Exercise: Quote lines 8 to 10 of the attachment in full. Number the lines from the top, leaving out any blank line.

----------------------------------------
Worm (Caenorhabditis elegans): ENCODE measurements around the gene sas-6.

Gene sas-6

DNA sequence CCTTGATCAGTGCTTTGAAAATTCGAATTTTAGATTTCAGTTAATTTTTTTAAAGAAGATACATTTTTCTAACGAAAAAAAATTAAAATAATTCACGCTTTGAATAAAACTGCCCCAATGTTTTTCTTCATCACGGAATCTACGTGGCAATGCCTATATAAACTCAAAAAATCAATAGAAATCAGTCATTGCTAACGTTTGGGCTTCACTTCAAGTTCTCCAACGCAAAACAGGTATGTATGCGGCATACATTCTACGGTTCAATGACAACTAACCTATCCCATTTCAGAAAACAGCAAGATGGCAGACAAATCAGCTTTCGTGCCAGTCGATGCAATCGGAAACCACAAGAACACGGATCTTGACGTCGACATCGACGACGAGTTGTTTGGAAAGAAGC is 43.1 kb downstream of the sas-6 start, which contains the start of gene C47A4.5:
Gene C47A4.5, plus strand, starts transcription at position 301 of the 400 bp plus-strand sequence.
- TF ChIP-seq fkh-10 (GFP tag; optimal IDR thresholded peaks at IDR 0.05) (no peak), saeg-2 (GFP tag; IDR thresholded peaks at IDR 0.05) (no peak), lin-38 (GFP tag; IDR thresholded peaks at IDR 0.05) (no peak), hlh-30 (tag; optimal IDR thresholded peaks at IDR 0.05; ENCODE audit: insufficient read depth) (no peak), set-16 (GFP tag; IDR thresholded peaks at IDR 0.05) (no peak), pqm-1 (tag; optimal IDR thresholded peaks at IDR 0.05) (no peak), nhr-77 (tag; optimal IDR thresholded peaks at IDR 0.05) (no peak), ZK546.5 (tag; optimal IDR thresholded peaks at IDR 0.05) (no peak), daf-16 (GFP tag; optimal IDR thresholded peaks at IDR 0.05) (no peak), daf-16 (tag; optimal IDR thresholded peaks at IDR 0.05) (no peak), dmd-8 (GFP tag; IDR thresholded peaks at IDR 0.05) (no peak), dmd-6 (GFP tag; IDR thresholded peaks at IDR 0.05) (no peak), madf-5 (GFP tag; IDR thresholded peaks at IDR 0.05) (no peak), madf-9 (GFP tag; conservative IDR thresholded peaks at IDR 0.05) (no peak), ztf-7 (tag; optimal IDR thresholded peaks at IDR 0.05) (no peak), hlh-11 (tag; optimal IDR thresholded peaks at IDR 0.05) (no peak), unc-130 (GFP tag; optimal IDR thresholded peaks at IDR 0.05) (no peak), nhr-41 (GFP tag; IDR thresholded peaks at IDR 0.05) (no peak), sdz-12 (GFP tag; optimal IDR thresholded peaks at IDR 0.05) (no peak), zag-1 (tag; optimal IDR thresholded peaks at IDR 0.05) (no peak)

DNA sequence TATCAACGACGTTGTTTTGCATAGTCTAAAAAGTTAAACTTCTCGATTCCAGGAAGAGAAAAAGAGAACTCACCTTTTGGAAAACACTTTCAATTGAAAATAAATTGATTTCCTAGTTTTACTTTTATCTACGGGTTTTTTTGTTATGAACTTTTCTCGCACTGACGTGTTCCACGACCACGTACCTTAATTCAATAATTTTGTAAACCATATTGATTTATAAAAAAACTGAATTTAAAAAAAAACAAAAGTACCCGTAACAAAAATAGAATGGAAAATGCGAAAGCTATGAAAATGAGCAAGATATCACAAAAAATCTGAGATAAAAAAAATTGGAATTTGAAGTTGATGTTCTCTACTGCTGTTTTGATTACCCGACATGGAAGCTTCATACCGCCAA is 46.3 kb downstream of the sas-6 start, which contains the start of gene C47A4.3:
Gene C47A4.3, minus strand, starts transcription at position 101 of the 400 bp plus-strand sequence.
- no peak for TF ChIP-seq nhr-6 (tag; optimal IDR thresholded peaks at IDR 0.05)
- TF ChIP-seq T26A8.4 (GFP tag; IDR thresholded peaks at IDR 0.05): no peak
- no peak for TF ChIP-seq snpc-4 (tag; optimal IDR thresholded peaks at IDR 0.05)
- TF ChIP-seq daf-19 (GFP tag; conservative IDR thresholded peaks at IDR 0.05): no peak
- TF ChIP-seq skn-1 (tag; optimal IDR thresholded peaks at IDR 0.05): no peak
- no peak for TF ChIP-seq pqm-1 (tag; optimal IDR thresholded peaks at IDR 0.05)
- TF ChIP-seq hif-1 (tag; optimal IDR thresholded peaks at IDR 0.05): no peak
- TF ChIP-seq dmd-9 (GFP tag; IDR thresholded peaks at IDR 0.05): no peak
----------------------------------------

- no peak for TF ChIP-seq nhr-6 (tag; optimal IDR thresholded peaks at IDR 0.05)
- TF ChIP-seq T26A8.4 (GFP tag; IDR thresholded peaks at IDR 0.05): no peak
- no peak for TF ChIP-seq snpc-4 (tag; optimal IDR thresholded peaks at IDR 0.05)